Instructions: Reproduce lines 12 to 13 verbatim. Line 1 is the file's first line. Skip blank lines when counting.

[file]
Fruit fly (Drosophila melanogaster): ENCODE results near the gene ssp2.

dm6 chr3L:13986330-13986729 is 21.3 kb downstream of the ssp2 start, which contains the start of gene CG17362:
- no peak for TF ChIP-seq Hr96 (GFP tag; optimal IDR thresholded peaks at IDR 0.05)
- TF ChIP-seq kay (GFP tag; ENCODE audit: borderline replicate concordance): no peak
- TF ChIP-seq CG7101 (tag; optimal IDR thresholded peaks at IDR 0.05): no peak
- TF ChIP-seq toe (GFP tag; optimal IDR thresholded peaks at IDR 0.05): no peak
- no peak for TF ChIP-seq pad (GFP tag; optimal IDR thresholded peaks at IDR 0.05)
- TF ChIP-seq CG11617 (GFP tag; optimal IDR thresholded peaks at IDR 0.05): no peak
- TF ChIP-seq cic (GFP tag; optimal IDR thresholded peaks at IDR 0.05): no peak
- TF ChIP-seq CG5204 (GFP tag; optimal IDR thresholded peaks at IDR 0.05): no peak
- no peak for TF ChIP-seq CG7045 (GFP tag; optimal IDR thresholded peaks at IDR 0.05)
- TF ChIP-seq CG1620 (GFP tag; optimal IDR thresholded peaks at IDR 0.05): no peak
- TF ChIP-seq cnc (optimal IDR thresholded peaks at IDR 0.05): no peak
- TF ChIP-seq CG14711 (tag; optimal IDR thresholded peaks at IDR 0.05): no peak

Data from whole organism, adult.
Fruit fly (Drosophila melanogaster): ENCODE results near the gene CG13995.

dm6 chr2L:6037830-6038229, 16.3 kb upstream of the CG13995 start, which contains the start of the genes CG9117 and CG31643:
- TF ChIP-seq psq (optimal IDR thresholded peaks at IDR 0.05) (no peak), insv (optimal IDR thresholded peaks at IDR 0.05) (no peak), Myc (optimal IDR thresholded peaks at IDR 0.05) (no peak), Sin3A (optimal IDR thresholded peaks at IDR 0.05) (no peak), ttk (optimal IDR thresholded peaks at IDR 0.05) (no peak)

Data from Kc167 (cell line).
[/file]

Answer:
- TF ChIP-seq CG1620 (GFP tag; optimal IDR thresholded peaks at IDR 0.05): no peak
- TF ChIP-seq cnc (optimal IDR thresholded peaks at IDR 0.05): no peak